We all realize that planning is paramount to a successful project, and no one understands this more than educators. From plans that guide daily lessons to plans that chart student learning goals, define disciplinary proceedings and facilitate college acceptance, it takes a great deal of planning to successfully shepherd a student from K through 12 and into the higher education system beyond.
That’s why it’s surprising that, when it comes to implementing technology in the classroom, school districts often don’t take the time to build a shared vision and bring all the key stakeholders into a planning initiative.
Schools are adding next generation displays, projectors, tablets, notebooks and other connected devices in record numbers, typically with the aim of facilitating 1:1 learning. Yet many of these programs are flagging, as teachers and students alike struggle to shoehorn technology into a system and learning model that was developed long before these devices existed.
By contrast, when implemented strategically, classroom technology can be an extraordinary enablement tool for new levels of interactivity, engagement and democratization of learning across students with different abilities and skillsets.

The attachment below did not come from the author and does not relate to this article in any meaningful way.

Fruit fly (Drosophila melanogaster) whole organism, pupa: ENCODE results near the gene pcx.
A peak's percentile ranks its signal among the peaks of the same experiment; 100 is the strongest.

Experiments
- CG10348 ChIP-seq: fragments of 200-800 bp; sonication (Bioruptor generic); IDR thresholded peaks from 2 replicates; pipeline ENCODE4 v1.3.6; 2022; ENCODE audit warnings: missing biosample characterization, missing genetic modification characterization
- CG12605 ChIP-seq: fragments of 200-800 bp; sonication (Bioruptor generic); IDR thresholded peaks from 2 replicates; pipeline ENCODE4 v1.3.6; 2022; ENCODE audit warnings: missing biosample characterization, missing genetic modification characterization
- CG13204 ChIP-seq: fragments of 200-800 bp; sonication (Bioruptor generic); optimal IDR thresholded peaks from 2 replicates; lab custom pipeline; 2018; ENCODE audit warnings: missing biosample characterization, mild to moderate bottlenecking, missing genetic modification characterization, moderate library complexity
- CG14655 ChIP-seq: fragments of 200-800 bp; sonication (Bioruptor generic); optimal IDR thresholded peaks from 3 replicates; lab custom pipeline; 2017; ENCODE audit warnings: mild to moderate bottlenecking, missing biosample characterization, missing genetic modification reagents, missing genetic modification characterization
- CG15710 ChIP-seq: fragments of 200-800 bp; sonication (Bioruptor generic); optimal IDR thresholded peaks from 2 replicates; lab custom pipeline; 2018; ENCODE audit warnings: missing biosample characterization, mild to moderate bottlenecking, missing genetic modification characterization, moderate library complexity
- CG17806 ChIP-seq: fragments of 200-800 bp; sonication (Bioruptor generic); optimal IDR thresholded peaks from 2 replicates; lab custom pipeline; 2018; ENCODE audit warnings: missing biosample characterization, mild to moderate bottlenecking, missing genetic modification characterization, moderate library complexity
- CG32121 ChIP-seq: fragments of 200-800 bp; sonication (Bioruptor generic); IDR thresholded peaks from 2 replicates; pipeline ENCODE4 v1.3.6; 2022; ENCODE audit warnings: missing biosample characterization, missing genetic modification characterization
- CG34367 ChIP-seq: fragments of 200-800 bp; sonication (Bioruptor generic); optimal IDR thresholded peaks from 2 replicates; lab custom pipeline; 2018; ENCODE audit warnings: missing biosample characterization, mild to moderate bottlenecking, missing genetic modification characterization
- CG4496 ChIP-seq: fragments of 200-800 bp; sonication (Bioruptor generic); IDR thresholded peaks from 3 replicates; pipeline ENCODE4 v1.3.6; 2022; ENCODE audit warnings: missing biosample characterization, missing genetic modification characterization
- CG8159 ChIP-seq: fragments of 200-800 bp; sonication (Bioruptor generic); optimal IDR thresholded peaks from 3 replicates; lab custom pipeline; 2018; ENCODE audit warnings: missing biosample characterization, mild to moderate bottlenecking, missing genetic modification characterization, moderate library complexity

The key is for schools to facilitate teachers in the development of practical, tech-enabled lesson plans. How? By developing and implementing a strategic plan of their own, of course.
Step 1: Create a task force to define a shared vision and common language structure
For technology programs to be successful, stakeholders must first align on the purpose of the program. The first step is creating a task force to build and define a “shared vision.” Both of these words are equally important.
Shared – Task forces should bring together representatives from both sides of the aisle – technology and learning. This group should consist of teachers, school building leaders (e.g. principals), superintendents, parents, students, CIOs and tech implementers. Task forces should meet on a weekly basis and share ongoing communication during the planning phase, and continue to meet occasionally after the launch of the technology program.
Vision – The vision this task force creates should not be a technology vision, but a learning vision that uses technology to support and unlock greater levels of engaged learning.